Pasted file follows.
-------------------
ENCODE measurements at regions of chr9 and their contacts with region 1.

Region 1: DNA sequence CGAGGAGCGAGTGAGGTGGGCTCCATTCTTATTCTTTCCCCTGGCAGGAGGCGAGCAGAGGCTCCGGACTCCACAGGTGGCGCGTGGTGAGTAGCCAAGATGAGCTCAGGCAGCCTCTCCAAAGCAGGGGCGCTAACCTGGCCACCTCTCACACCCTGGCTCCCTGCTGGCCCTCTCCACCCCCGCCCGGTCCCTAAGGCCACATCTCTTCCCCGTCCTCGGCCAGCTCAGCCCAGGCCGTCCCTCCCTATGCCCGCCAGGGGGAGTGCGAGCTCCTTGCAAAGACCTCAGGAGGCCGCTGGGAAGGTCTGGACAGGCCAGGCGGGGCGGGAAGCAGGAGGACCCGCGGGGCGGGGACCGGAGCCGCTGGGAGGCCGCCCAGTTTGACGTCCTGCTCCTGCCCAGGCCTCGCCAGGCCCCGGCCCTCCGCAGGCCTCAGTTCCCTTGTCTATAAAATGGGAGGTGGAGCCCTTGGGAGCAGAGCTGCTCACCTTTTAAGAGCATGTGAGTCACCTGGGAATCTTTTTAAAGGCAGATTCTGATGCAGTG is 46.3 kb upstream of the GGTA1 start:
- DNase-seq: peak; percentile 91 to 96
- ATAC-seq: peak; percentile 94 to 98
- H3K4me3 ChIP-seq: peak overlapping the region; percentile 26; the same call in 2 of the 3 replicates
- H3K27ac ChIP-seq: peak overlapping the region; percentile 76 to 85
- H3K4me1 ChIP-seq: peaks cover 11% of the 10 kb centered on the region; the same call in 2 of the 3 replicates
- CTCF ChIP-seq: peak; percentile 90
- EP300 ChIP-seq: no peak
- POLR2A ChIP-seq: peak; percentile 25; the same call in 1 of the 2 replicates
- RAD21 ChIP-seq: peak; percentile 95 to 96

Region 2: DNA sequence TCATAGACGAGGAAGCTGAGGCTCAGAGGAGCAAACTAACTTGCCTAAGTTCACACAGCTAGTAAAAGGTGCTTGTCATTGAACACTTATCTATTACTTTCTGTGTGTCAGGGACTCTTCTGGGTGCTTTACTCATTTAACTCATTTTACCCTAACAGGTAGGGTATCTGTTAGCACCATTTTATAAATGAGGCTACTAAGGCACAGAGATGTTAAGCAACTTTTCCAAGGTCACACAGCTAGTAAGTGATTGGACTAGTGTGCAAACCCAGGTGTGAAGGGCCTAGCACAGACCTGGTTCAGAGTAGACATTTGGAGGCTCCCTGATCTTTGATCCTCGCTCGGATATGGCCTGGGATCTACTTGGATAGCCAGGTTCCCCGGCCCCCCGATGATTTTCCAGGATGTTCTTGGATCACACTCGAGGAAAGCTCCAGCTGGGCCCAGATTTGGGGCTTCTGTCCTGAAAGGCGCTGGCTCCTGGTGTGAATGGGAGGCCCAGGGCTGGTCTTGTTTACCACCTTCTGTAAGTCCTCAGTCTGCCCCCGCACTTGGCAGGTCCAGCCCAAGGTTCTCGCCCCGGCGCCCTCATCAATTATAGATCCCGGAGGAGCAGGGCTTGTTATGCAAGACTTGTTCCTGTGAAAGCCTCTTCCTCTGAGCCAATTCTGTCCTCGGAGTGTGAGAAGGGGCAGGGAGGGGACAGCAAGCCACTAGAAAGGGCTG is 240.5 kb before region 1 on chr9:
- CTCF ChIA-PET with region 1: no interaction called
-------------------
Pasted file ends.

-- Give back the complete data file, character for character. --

ENCODE measurements at regions of chr9 and their contacts with region 1.

Region 1: DNA sequence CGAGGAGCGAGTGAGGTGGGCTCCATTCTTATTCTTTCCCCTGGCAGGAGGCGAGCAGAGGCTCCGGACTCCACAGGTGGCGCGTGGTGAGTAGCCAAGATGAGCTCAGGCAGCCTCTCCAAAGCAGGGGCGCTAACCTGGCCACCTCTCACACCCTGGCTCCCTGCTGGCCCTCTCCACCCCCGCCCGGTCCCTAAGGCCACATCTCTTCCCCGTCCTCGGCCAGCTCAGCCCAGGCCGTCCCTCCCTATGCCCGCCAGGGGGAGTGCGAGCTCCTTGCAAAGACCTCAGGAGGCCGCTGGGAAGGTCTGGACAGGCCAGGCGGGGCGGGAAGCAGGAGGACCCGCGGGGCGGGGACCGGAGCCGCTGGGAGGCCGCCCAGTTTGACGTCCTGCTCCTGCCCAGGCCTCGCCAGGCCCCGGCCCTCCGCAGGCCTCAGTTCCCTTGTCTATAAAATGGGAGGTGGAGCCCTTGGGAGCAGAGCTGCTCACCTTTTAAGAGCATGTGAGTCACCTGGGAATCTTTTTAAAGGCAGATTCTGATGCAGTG is 46.3 kb upstream of the GGTA1 start:
- DNase-seq: peak; percentile 91 to 96
- ATAC-seq: peak; percentile 94 to 98
- H3K4me3 ChIP-seq: peak overlapping the region; percentile 26; the same call in 2 of the 3 replicates
- H3K27ac ChIP-seq: peak overlapping the region; percentile 76 to 85
- H3K4me1 ChIP-seq: peaks cover 11% of the 10 kb centered on the region; the same call in 2 of the 3 replicates
- CTCF ChIP-seq: peak; percentile 90
- EP300 ChIP-seq: no peak
- POLR2A ChIP-seq: peak; percentile 25; the same call in 1 of the 2 replicates
- RAD21 ChIP-seq: peak; percentile 95 to 96

Region 2: DNA sequence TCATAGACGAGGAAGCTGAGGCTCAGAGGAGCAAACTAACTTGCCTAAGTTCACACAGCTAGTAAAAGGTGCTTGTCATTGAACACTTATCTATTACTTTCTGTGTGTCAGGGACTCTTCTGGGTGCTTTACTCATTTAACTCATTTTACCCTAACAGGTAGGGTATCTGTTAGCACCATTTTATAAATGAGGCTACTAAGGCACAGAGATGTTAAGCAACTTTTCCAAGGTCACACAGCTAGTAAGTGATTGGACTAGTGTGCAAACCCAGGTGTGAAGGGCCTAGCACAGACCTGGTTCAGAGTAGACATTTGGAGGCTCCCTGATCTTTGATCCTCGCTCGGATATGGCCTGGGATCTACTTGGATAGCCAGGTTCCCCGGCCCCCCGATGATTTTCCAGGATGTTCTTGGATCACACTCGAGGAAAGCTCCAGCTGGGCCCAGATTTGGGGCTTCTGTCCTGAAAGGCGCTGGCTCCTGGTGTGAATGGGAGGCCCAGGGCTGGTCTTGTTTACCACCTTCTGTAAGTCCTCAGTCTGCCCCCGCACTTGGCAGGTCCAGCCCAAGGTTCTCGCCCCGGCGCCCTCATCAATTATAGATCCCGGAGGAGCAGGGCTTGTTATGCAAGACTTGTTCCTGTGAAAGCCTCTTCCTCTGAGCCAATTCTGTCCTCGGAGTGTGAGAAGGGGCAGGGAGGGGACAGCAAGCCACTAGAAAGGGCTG is 240.5 kb before region 1 on chr9:
- CTCF ChIA-PET with region 1: no interaction called